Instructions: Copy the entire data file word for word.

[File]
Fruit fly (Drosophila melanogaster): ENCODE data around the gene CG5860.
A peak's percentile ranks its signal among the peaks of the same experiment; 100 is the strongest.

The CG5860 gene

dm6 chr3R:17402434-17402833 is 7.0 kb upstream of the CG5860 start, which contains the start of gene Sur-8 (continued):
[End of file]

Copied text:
Fruit fly (Drosophila melanogaster): ENCODE data around the gene CG5860.
A peak's percentile ranks its signal among the peaks of the same experiment; 100 is the strongest.

The CG5860 gene

dm6 chr3R:17402434-17402833 is 7.0 kb upstream of the CG5860 start, which contains the start of gene Sur-8 (continued):